Wednesday, June 6, 2012

Being a "Gamer", Are Video Games an Art?

Shadow of the Colossus
Let me ask you one question, what does the term "gamer" mean to you? For some, they are quick to think of the stereotypical gamer who is overweight, pasty, and well, nerdy, as portrayed in the World of Warcraft episode of South Park. For others, it is a immersive and complicated subculture where the medium of the "video game" is properly seated in the realm of art. Fumito Ueda, a well regarded game designer, famous for titles such as Shadow of the Colossus and Ico, has made his mark in the videogame industry as an artist. His games are not only aesthetically pleasing to the eye, but is able to deliver the art of story telling incorporating characters that players are able to sympathize with. So is a video game an art form? According to Grant Tavinor, the author of The Art of Video Games, he analyzes the disjunctive nature of the categorization of what an individual perceives as "art". 

"the presence of which ordinary judgment counts toward something's being a work of art, and the absence of which counts against its being art: (1) possessing positive aesthetic properties, such as being beautiful, graceful, or elegant (properties which ground a capacity to give sensuous pleasure); (2) being expressive of emotion; (3) being intellectually challenging (i.e. questioning received views and modes of thought); (4) being formally complex and coherent; (5) having a capacity to convey complex meanings; (6) exhibiting an individual point of view; (7) being an exercise of creative imagination (being original); (8) being an artifact or performance which is the product of a high degree of skill; (9) belonging to an established artistic form (music, painting, film, etc.); and (10) being the product of an intention to make a work of art."

As shown in the various points Tavinor makes about what makes "art" ultimately art, many video games share these common characteristics that are often seen on mainstream artforms. So why are videogames seen as simply a form of entertainment for people whose lost their innate sense of reality?
Being a gamer has many connotations attached to the term. What could it be that creates this dichotomy between gamers and "normal" people per se? For instance, take music for an example, one could argue that music is a universally enjoyed pastime. What makes a gamer, well, a gamer? Spending countless hours playing a game is in my honest opinion, is far from being a "gamer". In that dynamic, that would be the same as saying someone who spends countless hours of listening to music is most definitely an audiophile. To many, the definition of being an "audiophile" stretches far beyond just simply listening to music. The problem with the gaming culture is that it is NOT universally enjoyed like music. It's probably easy to name your favorite band or artist, but not everyone will be so enthusiastic about naming your favorite video game.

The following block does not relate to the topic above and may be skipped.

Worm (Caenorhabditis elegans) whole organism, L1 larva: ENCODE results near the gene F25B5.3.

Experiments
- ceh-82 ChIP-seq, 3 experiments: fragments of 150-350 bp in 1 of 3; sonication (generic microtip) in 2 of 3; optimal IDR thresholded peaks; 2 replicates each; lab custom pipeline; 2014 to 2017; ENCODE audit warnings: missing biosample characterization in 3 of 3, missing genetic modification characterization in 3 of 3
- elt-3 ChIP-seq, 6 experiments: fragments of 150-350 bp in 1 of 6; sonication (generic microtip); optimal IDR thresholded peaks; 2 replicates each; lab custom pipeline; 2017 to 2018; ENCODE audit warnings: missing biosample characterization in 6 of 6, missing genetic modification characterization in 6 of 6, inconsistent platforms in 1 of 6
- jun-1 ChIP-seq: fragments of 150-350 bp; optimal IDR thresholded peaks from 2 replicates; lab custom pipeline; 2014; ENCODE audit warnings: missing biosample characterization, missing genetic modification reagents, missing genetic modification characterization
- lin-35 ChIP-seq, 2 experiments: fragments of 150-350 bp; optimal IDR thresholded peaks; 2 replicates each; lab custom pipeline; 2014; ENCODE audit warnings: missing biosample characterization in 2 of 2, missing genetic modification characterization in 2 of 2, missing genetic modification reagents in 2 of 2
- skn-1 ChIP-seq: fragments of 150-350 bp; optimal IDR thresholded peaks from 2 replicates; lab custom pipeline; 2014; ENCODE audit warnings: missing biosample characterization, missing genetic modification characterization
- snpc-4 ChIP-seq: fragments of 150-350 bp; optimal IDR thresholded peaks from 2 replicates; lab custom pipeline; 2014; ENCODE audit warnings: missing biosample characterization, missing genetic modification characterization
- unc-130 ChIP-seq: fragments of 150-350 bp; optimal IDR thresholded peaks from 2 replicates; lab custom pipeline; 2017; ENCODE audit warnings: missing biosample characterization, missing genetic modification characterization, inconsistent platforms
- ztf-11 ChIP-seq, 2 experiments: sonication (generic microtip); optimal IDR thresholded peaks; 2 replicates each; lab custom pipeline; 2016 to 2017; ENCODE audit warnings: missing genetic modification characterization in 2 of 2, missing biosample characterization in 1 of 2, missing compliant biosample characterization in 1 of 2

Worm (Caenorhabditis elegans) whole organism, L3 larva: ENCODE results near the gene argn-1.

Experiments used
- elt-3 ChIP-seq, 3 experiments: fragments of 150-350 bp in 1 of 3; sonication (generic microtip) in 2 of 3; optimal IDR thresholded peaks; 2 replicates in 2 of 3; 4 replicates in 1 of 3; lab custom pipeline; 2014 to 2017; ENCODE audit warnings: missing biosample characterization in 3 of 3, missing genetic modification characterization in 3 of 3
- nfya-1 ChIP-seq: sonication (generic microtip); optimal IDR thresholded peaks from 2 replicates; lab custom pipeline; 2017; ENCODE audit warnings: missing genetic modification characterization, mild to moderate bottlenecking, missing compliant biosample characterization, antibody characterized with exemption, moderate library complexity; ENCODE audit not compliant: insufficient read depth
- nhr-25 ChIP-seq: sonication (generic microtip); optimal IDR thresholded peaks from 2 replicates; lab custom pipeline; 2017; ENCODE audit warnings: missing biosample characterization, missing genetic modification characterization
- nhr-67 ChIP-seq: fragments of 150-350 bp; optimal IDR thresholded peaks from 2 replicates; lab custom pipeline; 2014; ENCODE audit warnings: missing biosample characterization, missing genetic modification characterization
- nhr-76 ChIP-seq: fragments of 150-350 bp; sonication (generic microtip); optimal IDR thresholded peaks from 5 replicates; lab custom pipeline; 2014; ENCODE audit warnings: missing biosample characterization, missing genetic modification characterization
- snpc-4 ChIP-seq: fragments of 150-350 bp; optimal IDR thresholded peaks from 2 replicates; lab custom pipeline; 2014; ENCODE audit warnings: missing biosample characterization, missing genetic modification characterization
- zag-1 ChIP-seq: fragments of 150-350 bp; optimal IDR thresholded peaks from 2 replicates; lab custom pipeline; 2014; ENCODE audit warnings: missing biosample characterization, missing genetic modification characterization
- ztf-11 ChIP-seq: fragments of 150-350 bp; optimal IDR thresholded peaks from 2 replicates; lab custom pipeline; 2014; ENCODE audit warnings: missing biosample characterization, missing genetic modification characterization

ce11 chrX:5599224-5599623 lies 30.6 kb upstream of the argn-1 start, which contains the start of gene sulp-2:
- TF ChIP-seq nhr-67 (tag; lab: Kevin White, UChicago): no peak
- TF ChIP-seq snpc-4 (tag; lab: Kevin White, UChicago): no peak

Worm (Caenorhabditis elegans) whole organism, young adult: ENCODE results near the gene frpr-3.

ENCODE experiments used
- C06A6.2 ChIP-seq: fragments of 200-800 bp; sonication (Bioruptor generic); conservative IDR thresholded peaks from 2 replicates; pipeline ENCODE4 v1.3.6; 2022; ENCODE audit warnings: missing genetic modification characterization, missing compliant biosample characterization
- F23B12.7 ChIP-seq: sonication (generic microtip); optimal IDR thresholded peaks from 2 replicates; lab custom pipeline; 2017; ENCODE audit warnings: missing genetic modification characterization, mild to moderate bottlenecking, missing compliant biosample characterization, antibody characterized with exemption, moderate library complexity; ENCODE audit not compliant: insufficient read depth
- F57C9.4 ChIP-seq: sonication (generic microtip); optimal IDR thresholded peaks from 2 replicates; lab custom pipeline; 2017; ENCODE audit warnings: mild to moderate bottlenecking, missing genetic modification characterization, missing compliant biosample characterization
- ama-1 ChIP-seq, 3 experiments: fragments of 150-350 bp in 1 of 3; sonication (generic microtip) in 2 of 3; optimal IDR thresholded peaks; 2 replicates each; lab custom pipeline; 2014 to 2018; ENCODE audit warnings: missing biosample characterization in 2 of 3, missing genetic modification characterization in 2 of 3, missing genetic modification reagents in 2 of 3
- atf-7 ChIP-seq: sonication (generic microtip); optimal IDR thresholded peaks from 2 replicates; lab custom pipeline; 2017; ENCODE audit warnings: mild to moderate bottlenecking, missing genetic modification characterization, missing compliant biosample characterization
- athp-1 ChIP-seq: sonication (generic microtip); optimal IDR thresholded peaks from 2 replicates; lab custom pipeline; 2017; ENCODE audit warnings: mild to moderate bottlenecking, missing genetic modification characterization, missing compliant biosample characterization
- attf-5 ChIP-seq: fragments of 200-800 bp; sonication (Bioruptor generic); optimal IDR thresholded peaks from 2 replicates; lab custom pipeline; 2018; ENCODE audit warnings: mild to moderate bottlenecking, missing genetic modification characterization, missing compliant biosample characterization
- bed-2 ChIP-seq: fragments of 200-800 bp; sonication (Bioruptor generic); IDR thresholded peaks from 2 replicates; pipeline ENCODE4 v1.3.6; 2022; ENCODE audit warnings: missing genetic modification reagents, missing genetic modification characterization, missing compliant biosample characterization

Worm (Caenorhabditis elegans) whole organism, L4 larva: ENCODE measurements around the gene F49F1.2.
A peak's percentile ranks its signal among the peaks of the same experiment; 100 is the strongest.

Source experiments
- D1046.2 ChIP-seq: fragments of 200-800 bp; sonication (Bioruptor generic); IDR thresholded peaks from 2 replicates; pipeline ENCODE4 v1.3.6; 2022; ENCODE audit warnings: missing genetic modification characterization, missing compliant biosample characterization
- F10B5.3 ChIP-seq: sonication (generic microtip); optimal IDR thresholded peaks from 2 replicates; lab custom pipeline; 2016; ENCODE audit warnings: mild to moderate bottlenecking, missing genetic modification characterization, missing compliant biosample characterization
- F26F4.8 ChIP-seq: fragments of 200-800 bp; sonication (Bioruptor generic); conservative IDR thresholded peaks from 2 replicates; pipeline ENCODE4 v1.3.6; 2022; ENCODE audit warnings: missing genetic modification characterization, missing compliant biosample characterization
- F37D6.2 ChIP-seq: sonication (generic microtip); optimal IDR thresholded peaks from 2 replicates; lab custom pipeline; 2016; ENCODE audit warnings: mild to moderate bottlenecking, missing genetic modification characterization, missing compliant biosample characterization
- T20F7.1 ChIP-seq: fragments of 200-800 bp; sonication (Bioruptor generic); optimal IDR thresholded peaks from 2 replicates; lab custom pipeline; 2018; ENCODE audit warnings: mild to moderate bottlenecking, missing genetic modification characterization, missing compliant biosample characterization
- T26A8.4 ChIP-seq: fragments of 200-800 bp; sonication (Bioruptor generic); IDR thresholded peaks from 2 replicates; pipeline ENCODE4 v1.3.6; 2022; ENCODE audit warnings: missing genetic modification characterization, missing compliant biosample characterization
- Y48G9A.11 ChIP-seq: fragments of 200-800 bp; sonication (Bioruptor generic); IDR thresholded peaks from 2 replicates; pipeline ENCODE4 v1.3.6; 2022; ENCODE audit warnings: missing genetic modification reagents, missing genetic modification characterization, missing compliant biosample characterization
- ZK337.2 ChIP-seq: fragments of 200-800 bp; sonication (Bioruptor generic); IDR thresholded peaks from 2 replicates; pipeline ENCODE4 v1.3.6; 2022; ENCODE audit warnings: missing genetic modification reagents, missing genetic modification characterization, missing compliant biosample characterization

And through this rationalization, it unfairly generalizes every gamer into one big mess that obscures the complex discourse of being a gamer. Now going back to my first point about video games as an artform, so why are they relavent? To simply put it, the usual negative stigma that is often attached with being a gamer creates a challenge for those like Ueda to convince the general public that videogames can in fact be a form of art. If more people understood gamers as individuals who appreciate art, there might be some retribution for gamers like myself and many others. Conversely, if more people took the time to appreciate videogames as an art, like they appreciate music and other art forms, this social stigma that creates a destructive image for gamers could be finally benched. Excuse my use of cliches but, maybe only time would tell, and maybe it's worth waiting for some day.

Sunday, May 20, 2012

Diablo 3 Aftermath

The Diablo III launch party at the Irvine Spectrum in Irvine, CA
A week has passed since Blizzard has released their most anticipated title Diablo III, with much celebration and frustration. Blizzard set up many "launch parties" where Diablo enthusiasts got together to experience the opening of the iconic computer game. The main event was held at the Irvine Spectrum in Irvine California where blizzard's headquarters reside. Others promptly waited in line at the gaming store they pre-ordered from to receive their copy. For people like me who pre-ordered a digital copy, I was sitting back on my computer chair with a cup of coffee eagerly waiting to log in. Little did anyone know, the horrendous amount of traffic the servers had to handle was an understatement. For most online gamers, launch day for a big name like Blizzard is asking for server overload issues. Knowing this, many individuals including myself, inevitably expected for the worst. What many had experienced was beyond their expectations, having login issues for hours after launch as well as servers going down periodically in between causing major down time.